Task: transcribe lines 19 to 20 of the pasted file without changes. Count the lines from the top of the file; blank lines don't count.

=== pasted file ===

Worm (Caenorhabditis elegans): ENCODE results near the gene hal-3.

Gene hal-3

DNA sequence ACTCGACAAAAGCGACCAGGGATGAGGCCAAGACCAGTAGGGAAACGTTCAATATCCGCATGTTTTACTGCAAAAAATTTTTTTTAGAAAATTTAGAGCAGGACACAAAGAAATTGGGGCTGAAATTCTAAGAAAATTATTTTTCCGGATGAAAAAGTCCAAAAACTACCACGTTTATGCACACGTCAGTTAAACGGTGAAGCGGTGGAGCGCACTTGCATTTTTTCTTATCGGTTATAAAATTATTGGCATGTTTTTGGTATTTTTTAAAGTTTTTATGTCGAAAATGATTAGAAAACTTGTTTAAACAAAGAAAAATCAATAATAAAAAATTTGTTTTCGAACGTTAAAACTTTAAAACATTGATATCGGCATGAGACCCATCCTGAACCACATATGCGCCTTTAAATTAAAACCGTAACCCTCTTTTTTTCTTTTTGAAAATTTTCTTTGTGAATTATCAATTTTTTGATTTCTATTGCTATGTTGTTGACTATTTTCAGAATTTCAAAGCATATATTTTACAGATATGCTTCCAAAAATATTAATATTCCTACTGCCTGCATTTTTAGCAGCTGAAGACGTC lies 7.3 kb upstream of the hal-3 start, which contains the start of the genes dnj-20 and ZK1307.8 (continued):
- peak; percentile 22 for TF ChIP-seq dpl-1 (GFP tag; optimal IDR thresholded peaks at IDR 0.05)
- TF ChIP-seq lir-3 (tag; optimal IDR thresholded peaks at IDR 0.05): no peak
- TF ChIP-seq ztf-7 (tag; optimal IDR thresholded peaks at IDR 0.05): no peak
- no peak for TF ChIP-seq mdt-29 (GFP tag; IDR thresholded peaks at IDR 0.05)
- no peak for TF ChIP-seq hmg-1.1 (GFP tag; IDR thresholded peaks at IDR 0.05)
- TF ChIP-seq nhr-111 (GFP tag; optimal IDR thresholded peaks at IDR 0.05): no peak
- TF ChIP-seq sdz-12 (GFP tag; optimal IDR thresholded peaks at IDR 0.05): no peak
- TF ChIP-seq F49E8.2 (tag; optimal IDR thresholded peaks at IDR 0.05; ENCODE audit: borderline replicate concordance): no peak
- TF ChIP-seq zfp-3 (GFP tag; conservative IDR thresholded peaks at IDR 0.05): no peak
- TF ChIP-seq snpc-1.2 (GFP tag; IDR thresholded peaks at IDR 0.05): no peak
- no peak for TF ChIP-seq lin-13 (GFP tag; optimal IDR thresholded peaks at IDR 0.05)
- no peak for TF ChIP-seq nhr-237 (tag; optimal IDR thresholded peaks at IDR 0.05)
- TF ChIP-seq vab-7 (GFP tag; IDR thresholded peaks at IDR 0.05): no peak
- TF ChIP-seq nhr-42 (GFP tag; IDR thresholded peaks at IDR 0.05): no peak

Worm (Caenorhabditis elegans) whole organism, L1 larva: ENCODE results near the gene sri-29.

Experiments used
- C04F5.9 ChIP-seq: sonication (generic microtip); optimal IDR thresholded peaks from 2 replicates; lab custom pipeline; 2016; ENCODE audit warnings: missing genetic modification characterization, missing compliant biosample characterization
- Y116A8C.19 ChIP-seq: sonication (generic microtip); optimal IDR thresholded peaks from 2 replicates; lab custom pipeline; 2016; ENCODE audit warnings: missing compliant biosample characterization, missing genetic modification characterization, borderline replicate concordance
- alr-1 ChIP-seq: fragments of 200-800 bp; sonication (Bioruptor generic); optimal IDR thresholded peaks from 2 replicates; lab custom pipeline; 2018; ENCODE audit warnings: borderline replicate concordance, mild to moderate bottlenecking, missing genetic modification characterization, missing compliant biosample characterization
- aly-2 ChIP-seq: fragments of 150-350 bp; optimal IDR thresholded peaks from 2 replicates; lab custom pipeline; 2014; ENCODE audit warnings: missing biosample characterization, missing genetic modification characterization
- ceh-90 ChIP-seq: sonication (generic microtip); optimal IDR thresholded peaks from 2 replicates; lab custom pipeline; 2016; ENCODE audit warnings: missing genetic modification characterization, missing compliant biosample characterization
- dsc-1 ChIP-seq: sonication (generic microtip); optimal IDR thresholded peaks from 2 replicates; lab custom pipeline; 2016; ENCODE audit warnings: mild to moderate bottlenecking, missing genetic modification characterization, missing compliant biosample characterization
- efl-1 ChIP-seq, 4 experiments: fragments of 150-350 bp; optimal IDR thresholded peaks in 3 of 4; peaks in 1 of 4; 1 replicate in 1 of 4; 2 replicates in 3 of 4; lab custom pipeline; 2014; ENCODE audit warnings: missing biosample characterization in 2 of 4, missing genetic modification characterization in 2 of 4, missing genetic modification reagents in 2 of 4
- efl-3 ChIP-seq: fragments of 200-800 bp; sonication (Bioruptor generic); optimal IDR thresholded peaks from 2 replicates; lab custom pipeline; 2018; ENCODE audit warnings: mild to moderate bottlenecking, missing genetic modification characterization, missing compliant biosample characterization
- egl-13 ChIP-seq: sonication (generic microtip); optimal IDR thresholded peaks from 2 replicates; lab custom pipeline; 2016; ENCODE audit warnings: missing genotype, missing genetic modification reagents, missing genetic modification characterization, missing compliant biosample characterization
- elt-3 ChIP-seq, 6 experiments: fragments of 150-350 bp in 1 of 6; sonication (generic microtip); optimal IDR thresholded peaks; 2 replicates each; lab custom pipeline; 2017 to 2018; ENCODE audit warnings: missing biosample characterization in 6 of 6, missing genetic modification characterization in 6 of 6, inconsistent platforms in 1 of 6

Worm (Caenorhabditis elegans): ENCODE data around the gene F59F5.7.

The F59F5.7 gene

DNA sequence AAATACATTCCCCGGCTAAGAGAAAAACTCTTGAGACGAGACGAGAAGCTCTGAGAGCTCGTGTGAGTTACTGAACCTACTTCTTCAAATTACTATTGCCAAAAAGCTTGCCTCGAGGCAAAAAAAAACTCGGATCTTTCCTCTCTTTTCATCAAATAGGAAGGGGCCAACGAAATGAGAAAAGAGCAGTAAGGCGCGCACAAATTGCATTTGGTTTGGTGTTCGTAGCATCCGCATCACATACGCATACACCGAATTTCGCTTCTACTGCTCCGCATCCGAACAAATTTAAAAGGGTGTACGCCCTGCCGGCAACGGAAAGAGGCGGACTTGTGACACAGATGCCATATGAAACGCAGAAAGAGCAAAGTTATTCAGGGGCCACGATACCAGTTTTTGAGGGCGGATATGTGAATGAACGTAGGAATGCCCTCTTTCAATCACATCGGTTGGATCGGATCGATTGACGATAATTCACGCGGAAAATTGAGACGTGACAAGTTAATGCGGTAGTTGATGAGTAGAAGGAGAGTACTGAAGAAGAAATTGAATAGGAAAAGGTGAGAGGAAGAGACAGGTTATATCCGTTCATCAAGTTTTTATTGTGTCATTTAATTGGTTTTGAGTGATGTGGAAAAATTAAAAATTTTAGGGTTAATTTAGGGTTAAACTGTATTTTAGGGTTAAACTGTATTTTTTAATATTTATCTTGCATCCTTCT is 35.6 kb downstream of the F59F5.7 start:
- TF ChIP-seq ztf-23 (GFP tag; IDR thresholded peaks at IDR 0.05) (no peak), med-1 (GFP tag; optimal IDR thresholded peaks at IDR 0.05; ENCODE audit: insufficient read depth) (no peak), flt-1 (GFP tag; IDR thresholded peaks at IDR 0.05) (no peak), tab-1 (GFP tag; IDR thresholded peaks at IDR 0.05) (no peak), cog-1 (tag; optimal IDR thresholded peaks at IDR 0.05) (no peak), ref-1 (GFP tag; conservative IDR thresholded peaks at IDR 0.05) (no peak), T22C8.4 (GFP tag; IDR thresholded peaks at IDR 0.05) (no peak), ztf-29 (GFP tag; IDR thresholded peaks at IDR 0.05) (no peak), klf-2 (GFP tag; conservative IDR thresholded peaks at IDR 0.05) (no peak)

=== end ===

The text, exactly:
Experiments used
- C04F5.9 ChIP-seq: sonication (generic microtip); optimal IDR thresholded peaks from 2 replicates; lab custom pipeline; 2016; ENCODE audit warnings: missing genetic modification characterization, missing compliant biosample characterization